Drug abuse is an unfortunate part of our culture and something parents need to be aware of and talk about with their children.  Opening discussion airwaves early can benefit the entire family.  If children feel they can easily talk about things with parents, they'll be less likely to look for answers in their friends.  Make drugs a part of your general conversation about health, wellness and safety.

The following points are 10 tips taken from Start Talking! an initiative in Ohio empowering parents to raise their children to be drug-free.

  1. Talk frequently - Make it a habit to talk with your child daily about everyday stuff. Once you have made it a routine to talk about normal, everyday activities, it is easier to steer conversations to more intense discussions about drug use. Talking to your kids about drugs is not a one-time conversation, it should be a regular part of your weekly routine. 
  2. Show interest - Give your child your full attention when they’re talking. Be interested and listen to what they are saying. Show that you are willing to take them seriously and their comments and opinions matter. 
  3. Be careful what you say - Avoid being judgmental or talking down to them once your child expresses thoughts or feelings about drug use. Even if you do not agree, be willing to hear your child’s viewpoint and allow him or her to express it without criticism. 
  4. Be careful how you say it - Be aware of your tone of voice and body language. Sometimes it isn’t what we say but how it’s said. Avoid sounding shocked, angry or disgusted by comments your child may make. Remember, these conversations are difficult for your child too, and they may not have the conversational skills to express everything they want to say in the most mature way. 
  5. Know the facts about drugs/alcohol/tobacco - The more you know about substance abuse, the more confident you will be when conversing with your child. The Parent 360 Rxprogram is a good way to learn updated information on drugs and alcohol and what kids may be experiencing and hearing away from home. Experts say informed parents are more successful in their talks with kids.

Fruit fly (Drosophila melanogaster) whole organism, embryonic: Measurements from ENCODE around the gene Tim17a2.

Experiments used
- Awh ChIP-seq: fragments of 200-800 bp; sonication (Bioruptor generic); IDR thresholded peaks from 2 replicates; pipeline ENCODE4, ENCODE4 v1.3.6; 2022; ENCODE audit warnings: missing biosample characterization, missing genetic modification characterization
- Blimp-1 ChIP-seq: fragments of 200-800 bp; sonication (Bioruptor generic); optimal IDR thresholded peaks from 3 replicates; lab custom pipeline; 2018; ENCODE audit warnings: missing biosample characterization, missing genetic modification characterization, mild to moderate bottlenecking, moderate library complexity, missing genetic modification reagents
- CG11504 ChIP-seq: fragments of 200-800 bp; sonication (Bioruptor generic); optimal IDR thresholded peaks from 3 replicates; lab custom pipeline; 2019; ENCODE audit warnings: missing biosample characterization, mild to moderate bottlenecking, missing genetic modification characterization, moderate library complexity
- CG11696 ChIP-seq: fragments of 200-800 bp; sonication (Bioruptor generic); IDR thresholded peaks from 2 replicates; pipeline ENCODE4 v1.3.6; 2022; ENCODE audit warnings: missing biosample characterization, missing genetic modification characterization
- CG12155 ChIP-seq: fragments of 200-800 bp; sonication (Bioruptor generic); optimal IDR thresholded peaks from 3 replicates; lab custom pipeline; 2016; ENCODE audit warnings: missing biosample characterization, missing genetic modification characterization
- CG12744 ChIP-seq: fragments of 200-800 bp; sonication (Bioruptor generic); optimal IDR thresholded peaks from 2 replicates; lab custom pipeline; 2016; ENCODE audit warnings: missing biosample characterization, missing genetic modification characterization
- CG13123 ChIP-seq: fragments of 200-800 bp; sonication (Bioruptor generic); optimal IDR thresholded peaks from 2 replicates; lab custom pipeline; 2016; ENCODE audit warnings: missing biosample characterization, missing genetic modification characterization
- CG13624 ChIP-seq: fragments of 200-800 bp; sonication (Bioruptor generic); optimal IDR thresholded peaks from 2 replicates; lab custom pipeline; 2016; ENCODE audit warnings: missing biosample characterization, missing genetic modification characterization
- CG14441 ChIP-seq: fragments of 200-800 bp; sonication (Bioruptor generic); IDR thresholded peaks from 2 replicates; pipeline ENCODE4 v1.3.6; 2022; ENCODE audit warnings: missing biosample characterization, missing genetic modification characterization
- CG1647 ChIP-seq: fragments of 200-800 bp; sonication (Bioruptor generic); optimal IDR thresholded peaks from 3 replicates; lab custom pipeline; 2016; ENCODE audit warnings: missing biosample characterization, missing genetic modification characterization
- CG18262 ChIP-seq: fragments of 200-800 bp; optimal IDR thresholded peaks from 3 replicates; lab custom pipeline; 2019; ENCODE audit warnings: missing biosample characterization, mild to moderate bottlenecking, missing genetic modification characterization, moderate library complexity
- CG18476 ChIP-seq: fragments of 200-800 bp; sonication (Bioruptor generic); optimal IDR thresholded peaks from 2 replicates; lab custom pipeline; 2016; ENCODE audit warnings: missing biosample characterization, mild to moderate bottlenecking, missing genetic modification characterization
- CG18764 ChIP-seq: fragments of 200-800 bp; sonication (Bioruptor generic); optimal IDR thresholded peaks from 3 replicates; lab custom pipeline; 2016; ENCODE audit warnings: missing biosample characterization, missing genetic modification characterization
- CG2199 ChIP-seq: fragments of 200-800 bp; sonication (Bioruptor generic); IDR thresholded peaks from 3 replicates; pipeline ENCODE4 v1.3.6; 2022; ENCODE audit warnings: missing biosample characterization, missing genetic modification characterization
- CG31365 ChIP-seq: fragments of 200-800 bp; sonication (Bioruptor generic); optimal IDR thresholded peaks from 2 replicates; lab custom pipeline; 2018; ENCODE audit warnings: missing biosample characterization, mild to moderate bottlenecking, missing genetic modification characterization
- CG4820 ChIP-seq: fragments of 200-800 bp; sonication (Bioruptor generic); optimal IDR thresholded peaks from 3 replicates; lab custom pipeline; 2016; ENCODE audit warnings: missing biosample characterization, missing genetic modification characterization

6. Be respectful and genuine - Respect what your child has to say and be fully engaged in the conversation. Be sincere in your reactions and honestly interested in their viewpoint. Kids are more likely to talk about drugs and alcohol on a regular basis, if they know their comments will be listened to and valued.
  7. They talk, you listen - Avoid interrupting your child as they talk. Resist lecturing when it’s your turn to talk.
  8. Scare tactics don’t work - Prevention experts advise that scare tactics and over-dramatic statements will not get the attention of your child. Consistent, calm and frequent conversations on the topic are a far better way to go. 
  9. Control your emotions - If the talk gets heated and you show anger or frustration, the child will likely stop the conversation. Set emotions aside, listen carefully, offer facts, experience and expectations without harsh judgment. 
  10. Take advantage of teachable moments - Teachable moments occur each day. You may be listening to the radio or watching TV when an ad comes on, or situation or news story which involves drugs or alcohol. Use this to bring up the topic and get your child’s reaction. Another good time is when you’re in the car. The child is a captive audience. No one is forced to look face-to-face and your child may feel comfortable to talk freely. 
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AuthorMy School My Choice